SQLBits pre-con – Fixing Queries with Advanced T-SQL

I’m giving a pre-con seminar at SQLBits 7 on September 30 this year in York (the Old one, in Yorkshire – similar to the New one, but with different songs). Let me quickly explain a few things about it – to help you persuade your boss to let you attend (and when you’ve done the persuading, go here and pick the “Full Conference” option).

It’s on the topic of Advanced T-SQL, but from a very practical perspective. I’m not going to be going into the uses of ranking functions or recursive CTEs as I have done with courses I’ve written in the past. Instead, I’ll be spending time looking at a bunch of things that I find most people don’t know about their queries, and show how various things can impact those queries’ execution plans. So it’s not so much Advanced features, but deeper aspects of the T-SQL you already know.

For example, I’ll look at a query that Denny Cherry and I discussed a while back, and consider how various things could be addressed using aspects of T-SQL such as sorting by aggregated fields with GROUP BY. By considering the impact of something like this, seeing where it can be used safely and where it can’t be used safely, hopefully you will be able to make better decisions about your T-SQL code and the methods you choose to solve problems.

Why do I want to speak on this topic? After all, it can be a lot of fun to talk about ranking functions or recursive CTEs – that’s functionality that a lot of people don’t really leverage, and it can help solve a lot of problems. But the things that I’m going to cover will help your overall understanding of T-SQL, and give you practical ways to improve a lot of the queries that you’ve written in the past. I will show you how to make your queries simpler, but better.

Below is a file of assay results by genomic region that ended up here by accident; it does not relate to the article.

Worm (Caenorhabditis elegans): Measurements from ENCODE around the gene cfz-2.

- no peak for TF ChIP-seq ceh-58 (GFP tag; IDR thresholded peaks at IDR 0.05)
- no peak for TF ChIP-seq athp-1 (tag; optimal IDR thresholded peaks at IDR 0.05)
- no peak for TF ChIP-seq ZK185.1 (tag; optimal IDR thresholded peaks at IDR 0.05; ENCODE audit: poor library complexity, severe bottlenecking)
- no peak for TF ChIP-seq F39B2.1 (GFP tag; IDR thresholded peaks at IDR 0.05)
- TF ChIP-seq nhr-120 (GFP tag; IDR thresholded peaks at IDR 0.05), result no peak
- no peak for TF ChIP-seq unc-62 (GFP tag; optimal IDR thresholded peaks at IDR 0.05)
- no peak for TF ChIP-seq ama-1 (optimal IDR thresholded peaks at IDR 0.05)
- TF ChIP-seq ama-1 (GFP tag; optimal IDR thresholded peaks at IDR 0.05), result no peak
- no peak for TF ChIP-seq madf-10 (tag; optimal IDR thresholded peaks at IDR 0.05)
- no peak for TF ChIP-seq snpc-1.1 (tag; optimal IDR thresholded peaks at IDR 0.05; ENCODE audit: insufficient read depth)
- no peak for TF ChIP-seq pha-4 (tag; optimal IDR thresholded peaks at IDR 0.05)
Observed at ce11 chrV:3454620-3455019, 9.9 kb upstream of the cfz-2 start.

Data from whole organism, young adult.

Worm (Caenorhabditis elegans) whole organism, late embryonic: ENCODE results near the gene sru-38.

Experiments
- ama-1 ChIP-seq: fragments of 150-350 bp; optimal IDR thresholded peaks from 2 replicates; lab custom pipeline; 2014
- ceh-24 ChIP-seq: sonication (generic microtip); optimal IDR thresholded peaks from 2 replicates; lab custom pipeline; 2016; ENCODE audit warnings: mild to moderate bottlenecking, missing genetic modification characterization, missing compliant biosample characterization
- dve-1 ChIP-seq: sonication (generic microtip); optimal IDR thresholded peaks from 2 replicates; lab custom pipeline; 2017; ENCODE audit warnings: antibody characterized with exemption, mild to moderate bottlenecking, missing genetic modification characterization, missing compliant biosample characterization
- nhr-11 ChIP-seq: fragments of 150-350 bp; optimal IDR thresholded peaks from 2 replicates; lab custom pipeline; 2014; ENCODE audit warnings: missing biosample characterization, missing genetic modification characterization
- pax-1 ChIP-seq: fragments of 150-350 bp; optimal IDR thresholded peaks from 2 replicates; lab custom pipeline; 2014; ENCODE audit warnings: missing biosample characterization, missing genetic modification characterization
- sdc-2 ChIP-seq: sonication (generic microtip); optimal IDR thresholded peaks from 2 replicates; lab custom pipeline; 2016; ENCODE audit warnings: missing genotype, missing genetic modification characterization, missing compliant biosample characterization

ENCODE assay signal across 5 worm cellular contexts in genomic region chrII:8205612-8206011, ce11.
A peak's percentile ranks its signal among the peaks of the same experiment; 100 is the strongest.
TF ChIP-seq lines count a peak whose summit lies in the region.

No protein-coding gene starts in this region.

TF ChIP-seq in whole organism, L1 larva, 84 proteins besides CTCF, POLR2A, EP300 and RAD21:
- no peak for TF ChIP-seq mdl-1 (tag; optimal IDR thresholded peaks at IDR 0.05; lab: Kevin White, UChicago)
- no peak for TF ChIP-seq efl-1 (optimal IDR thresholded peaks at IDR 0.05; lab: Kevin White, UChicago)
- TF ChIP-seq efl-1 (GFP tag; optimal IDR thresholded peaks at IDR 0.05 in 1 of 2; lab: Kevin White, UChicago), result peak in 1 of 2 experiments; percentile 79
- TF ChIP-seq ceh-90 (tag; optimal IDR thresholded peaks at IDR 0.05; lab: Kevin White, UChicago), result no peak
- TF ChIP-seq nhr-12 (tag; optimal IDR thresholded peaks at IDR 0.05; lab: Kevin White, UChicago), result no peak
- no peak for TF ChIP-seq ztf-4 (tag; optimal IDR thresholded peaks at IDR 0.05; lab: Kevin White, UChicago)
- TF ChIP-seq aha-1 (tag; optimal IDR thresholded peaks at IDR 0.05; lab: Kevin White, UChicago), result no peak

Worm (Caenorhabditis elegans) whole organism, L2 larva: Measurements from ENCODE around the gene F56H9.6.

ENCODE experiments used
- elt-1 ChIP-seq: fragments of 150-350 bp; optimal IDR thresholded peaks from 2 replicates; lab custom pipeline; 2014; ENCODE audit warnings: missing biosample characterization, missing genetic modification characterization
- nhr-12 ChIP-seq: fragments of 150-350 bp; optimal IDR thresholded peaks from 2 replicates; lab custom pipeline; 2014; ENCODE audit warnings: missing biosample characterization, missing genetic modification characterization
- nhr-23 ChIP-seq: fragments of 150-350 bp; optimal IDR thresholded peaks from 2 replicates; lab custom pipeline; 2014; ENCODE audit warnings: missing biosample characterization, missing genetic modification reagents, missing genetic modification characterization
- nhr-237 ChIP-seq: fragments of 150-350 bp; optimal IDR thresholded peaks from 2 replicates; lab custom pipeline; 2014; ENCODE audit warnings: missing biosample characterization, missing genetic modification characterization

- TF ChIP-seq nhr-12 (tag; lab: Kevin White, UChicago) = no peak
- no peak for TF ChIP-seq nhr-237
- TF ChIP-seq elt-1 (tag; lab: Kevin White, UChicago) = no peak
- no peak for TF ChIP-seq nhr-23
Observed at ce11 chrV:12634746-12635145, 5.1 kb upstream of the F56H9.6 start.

I remember one of the first times I explained some of these things to someone. They said “Wow, you’re making me want to go back and reconsider every query I’ve ever written.” That’s the kind of feedback that I’m hoping to get from the attendees.

Some of the points I’ll make will overlap will things that I covered in my SQLBits talk from last November (as reviewed by Phil Nolan – it was also Ian Russell’s favourite talk), and things that I covered in the 24 Hours of PASS in May (as reviewed by HanSQL). They were both popular talks, and hopefully people who attend the whole day of material will also get a lot out of it.